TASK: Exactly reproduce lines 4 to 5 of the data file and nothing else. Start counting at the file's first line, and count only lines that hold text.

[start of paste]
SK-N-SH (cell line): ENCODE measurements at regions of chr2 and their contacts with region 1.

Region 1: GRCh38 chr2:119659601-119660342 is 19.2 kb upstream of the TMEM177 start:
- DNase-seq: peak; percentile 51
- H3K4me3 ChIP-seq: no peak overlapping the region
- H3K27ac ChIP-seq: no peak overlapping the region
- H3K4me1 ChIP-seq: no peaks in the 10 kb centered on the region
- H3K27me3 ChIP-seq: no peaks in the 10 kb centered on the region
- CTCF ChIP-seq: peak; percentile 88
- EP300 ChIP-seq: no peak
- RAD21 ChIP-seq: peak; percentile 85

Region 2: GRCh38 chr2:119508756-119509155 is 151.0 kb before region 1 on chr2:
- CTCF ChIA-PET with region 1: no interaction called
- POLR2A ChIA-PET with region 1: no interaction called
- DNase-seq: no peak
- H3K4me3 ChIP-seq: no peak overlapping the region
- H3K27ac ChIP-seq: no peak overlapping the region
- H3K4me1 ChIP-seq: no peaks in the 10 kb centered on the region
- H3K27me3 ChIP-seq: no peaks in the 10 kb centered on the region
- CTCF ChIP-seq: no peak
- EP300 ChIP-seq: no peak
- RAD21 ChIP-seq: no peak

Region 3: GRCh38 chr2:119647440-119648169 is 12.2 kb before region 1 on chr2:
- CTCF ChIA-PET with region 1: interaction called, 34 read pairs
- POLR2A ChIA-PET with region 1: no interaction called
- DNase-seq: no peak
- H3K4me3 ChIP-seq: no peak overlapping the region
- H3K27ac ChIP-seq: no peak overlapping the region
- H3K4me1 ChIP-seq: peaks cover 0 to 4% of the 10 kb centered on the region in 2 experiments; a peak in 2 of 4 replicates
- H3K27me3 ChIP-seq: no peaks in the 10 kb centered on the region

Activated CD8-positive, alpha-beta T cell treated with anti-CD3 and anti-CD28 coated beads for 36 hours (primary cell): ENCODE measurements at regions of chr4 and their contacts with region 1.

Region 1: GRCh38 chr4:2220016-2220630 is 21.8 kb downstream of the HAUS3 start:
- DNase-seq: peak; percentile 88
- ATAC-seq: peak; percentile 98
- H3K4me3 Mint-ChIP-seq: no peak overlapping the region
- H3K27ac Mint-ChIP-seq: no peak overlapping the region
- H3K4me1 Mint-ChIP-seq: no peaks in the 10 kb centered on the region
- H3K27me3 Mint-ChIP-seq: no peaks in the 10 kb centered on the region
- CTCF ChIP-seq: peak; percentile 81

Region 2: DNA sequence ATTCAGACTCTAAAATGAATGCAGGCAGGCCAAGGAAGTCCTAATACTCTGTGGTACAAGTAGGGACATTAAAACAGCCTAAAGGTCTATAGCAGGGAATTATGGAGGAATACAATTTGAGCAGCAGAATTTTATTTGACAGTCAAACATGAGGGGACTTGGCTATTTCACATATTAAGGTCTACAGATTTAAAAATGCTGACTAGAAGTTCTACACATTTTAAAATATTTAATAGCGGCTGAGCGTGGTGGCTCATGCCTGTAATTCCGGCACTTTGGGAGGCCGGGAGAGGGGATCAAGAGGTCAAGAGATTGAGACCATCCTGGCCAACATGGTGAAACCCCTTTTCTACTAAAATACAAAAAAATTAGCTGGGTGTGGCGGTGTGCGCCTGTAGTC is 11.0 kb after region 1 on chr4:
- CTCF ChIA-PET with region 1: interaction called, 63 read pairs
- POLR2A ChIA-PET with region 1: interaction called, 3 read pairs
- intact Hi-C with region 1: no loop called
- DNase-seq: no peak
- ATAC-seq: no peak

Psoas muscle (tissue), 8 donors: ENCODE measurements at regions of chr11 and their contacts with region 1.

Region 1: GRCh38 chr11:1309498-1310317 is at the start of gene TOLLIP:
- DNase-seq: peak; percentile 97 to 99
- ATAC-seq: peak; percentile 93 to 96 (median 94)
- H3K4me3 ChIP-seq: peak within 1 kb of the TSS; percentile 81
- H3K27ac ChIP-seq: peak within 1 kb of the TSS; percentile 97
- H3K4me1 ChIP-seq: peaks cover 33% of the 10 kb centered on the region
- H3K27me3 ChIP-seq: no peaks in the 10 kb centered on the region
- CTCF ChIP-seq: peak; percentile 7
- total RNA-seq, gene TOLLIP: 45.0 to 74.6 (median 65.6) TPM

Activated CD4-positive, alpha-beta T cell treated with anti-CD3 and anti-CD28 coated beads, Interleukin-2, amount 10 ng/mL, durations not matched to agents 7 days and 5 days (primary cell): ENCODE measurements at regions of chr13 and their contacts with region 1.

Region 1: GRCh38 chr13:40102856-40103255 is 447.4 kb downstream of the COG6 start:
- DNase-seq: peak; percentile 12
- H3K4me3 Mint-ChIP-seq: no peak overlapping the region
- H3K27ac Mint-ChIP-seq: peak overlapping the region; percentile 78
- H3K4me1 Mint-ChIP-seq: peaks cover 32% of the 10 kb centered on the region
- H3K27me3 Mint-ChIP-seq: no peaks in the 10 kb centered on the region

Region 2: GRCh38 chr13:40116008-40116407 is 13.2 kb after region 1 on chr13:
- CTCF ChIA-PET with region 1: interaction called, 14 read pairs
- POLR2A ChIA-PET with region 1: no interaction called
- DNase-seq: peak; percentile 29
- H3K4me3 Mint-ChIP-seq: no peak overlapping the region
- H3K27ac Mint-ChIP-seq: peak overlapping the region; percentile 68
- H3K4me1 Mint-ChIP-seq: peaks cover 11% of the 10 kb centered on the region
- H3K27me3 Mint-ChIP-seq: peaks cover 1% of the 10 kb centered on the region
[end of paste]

- H3K4me3 ChIP-seq: no peak overlapping the region
- H3K27ac ChIP-seq: no peak overlapping the region